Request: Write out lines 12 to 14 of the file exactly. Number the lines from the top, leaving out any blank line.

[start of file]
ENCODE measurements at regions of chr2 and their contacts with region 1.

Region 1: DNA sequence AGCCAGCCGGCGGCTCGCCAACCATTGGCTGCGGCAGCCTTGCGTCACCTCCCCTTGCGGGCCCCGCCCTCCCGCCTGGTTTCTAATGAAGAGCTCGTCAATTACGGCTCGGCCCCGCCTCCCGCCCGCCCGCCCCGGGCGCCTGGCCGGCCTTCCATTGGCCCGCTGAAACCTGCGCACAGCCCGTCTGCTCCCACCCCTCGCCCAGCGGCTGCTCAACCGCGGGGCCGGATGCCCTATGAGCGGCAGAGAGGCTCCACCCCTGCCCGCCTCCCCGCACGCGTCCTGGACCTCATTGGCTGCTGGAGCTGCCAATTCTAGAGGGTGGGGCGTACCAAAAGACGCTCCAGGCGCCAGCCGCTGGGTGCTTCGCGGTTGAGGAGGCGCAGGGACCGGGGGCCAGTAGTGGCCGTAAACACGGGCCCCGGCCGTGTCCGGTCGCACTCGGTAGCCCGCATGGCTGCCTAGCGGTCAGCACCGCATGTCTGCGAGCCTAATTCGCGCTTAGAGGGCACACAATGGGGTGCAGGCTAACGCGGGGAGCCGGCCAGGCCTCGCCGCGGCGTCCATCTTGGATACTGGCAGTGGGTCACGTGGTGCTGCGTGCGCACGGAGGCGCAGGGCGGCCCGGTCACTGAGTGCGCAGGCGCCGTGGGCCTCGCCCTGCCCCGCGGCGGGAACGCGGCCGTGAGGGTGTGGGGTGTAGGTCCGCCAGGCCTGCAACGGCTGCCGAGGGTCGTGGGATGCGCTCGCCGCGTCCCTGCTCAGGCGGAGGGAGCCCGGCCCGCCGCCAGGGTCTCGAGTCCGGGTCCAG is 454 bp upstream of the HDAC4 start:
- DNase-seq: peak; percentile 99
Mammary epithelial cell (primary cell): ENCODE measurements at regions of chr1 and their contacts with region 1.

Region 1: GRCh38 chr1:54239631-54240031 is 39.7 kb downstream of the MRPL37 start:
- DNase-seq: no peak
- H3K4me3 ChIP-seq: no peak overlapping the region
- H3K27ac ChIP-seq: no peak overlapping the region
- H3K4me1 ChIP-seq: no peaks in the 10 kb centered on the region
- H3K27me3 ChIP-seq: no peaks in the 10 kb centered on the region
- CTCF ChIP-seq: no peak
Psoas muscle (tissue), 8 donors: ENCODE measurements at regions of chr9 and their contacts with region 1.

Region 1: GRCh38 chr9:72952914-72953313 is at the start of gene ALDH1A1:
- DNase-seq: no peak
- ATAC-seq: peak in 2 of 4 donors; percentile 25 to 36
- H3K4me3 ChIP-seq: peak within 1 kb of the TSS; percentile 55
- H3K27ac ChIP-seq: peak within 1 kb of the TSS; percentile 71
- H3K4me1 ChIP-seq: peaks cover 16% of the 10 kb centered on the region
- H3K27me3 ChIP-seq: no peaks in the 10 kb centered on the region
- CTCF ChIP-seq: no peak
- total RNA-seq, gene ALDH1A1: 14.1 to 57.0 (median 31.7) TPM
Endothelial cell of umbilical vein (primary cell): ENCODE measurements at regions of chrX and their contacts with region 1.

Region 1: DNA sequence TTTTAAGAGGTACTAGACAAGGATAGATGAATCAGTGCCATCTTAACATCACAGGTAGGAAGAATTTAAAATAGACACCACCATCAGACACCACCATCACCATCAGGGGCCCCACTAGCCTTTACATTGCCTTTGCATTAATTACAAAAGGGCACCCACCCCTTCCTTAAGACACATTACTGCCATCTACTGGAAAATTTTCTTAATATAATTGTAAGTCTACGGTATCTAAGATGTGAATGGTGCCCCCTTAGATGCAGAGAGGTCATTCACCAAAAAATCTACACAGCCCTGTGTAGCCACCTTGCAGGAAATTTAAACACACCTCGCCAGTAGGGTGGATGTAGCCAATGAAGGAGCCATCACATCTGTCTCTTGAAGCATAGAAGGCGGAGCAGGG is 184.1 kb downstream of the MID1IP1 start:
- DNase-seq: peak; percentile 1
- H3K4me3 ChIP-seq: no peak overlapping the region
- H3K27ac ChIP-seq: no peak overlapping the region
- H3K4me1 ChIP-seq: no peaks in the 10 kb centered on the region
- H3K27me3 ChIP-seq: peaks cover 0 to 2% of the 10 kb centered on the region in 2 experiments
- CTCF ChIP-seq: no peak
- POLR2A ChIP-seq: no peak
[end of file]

Psoas muscle (tissue), 8 donors: ENCODE measurements at regions of chr9 and their contacts with region 1.

Region 1: GRCh38 chr9:72952914-72953313 is at the start of gene ALDH1A1:
- DNase-seq: no peak